My beat-up Rand-McNally isn’t just a map; it’s my travel journal. I couldn’t possibly replace it with a new one. I have tracked ten years worth of routes across the country with colored markers, and I have distinct recollections of each town I’ve traveled through, the names roll off memory’s tongue like lyrical folk poetry: Cottonwood Falls, Gnaw Bone, Cimarron, Biddeford Pool, Bean Blossom, Chokoloskee, Homosassa Springs, Astoria, Trinadad and Ouray are a few of the little dots on the red and blue lines crisscrossing the maps.

I have now traveled in every state in the union. I do not regret one penny of the expense; I have made some great friends along the way – but certainly not the kind that would spend their annual vacation visiting family, for they, too, believe: “The joy is in the journey, not the destination.”

About this writer

  • Cecelia Cook Cecelia Cook worked for Southern University Press, primarily in historical research but created the copy for the book, Postcards of Birmingham and wrote travel brochures. Since retiring and moving to Pawleys Island in 2005, Cecelia has taken numerous creative writing courses, is active in many area environmental groups and loves off-the-beaten path travel as much as the budget will permit. She cooks and cleans when absolutely necessary.

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13 Responses to “The Joy is in the Journey, not the Destination”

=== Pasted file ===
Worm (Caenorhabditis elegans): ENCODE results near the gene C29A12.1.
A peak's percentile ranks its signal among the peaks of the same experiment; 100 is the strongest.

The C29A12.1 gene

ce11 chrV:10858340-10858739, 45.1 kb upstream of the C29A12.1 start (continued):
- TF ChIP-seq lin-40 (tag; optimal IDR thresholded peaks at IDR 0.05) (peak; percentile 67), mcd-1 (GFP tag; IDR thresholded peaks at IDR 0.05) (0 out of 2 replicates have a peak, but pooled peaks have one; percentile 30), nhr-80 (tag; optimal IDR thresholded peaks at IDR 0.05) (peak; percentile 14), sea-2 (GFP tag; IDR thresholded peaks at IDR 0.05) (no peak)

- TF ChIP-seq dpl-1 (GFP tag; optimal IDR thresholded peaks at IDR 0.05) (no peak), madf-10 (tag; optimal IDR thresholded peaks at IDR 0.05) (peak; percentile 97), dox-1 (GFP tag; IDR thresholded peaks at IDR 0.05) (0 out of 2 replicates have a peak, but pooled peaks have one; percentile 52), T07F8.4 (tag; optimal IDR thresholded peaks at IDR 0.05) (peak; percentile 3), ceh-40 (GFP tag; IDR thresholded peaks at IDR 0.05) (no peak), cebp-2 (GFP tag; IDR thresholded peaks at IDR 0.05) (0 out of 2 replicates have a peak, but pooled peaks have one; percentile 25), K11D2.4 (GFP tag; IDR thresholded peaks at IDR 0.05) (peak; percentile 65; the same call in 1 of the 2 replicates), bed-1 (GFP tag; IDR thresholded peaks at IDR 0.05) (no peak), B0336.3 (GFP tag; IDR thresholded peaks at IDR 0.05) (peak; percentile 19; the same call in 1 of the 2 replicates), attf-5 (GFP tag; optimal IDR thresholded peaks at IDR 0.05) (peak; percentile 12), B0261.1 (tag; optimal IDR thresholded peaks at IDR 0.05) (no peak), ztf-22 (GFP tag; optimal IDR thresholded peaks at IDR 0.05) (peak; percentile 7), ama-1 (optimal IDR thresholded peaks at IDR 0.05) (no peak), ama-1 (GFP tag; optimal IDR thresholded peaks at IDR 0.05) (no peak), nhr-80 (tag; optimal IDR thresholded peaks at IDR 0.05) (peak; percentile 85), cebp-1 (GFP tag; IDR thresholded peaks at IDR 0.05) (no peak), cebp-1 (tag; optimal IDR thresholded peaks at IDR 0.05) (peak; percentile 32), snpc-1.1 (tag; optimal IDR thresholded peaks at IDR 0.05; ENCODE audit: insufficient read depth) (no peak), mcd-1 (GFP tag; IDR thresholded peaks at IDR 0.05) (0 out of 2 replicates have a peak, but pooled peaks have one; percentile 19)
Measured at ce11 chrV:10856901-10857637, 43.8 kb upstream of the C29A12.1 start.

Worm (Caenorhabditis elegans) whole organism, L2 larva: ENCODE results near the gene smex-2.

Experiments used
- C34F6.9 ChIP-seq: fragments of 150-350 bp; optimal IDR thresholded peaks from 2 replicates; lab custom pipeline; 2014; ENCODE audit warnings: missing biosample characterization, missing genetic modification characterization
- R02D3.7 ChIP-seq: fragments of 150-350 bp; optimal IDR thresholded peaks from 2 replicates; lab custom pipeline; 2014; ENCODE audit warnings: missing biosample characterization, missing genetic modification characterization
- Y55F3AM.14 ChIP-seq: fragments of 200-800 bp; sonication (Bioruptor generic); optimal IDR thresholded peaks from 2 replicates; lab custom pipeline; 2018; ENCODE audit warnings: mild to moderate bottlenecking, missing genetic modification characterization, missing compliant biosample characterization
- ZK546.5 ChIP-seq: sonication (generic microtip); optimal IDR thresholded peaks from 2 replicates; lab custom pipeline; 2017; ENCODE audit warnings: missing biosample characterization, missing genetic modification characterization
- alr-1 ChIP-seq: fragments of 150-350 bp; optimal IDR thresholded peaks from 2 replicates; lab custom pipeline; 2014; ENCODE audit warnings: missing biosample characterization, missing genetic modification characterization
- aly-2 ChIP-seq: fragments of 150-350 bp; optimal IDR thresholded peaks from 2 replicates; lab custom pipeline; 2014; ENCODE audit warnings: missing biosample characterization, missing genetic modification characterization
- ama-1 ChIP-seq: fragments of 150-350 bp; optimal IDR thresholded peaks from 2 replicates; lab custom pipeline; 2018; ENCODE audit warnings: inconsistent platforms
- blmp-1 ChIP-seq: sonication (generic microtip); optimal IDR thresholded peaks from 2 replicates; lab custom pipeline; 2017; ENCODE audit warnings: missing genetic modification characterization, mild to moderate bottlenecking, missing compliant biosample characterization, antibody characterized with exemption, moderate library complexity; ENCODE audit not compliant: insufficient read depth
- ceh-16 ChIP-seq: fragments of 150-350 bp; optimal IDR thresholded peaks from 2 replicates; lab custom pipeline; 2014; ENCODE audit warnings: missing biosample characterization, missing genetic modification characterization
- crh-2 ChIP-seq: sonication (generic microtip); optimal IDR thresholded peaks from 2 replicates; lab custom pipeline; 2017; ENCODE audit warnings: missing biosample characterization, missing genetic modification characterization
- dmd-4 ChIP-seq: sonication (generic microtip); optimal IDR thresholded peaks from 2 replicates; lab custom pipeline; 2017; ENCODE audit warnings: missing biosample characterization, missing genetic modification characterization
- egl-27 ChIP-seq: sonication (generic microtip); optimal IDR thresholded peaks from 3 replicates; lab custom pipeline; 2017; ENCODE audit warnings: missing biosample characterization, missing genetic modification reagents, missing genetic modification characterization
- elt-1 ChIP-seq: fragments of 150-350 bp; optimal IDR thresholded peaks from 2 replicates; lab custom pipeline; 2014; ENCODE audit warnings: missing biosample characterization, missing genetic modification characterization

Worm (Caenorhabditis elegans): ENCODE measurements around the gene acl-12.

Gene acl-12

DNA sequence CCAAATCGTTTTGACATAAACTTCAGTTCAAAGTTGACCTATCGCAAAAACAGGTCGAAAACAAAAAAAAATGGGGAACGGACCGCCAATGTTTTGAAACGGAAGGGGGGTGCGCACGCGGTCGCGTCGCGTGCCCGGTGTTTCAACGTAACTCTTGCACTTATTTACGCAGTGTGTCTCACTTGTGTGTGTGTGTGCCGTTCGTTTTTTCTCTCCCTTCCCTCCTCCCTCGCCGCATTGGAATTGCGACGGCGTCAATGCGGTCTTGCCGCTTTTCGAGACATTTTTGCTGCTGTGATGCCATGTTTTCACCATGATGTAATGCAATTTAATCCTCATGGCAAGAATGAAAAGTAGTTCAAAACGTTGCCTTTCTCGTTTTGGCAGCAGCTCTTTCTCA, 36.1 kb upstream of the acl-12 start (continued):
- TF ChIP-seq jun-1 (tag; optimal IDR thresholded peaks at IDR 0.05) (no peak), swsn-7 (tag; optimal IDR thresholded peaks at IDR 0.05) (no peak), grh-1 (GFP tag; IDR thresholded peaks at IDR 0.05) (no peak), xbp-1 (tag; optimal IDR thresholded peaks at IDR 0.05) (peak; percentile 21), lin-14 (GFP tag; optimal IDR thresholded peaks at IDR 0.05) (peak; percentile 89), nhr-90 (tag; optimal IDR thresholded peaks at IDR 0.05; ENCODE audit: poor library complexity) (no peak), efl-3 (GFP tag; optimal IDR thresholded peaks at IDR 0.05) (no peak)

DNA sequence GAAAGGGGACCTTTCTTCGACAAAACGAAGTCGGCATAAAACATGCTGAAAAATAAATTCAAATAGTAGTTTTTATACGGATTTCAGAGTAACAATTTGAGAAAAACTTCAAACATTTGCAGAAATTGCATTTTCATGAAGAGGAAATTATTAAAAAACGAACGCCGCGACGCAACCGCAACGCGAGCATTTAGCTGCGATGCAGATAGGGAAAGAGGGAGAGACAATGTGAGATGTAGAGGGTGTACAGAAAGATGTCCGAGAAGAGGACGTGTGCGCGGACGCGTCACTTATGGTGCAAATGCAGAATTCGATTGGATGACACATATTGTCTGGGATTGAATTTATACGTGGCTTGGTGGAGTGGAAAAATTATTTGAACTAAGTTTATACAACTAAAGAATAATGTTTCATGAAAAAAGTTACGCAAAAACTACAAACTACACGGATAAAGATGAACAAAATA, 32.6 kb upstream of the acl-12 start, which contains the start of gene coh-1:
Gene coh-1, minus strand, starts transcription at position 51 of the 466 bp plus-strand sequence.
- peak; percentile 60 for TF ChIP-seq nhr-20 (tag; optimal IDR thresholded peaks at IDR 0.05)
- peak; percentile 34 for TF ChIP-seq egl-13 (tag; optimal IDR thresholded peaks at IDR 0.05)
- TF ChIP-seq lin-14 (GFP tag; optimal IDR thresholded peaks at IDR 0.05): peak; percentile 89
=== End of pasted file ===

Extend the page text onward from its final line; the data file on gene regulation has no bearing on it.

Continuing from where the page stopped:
1. Jan Scott says:

    Loved, loved this article! Ms. Cook seems a born will-o-the-wisp who’s been fortunate enough to satisfy her longing for travel. May we all be so lucky!

  2. Laurie Boller says:

    Really enjoyed reading Ms. Cook ‘s story. I share her love of travel and her excitement thinking about the next journey.

  3. Mrogers says:

    Great story! Keep traveling if even in your dreams and memories.

  4. Yelda Miedema says:

    Wonderful reminiscence! What small town kid who grew up in the 40s and 50s can’t relate to that 9 -year old sitting on grandma’s porch. Made me feel like I was right there on that train with the writer heading for points unknown.

  5. RP Wilson says:

    Loved Ms. Cook’s take on travel. Reminded me that many Southerners once rode the rails.

  6. Margie Reynolds says:


  7. Candy Crenshaw says:

    Loved the story. Write more Cecelia.

  8. Fayellen Bone says:

    I enjoyed reading Cecelia’s story. It brought back many memories of my childhood.

  9. Rachel J says:

    If this does not stir the wanderlust in you, I don’t know what will. What an enjoyable read.

  10. J. Altner says:

    I picked up Sasee in Wilmington N.C. while visiting our daughter. What a joy reading Just For Fun by Maura Troy, Does Size Really Matter by Sonya Lee, and My Photo Shoot by Ferida Wolff.
    Your little paper has certainly lifted my Spirits.
    So Much

  11. Jann Gordon says:

    Ceceilia really conveys the romance of travel which many of us have forgotten. Her writing is both evocative and enjoyable. More, please!

  12. Rosamond Hobart says:

    Cecelia Cook’s story reminds me of how much fun I am missing in this hurried age of traveling by air. Think I’ll look into the train next time. Thank you Ms Cook.

  13. How I wish I had done more traveling earlier in my life. I don’t think there’s any way I can make it to all the places I’d like to go, but I’m slowly but surely making my way to some of them. Just got back from Tennessee — and that’s a big deal to a girl who had never been east of the Mississippi! :)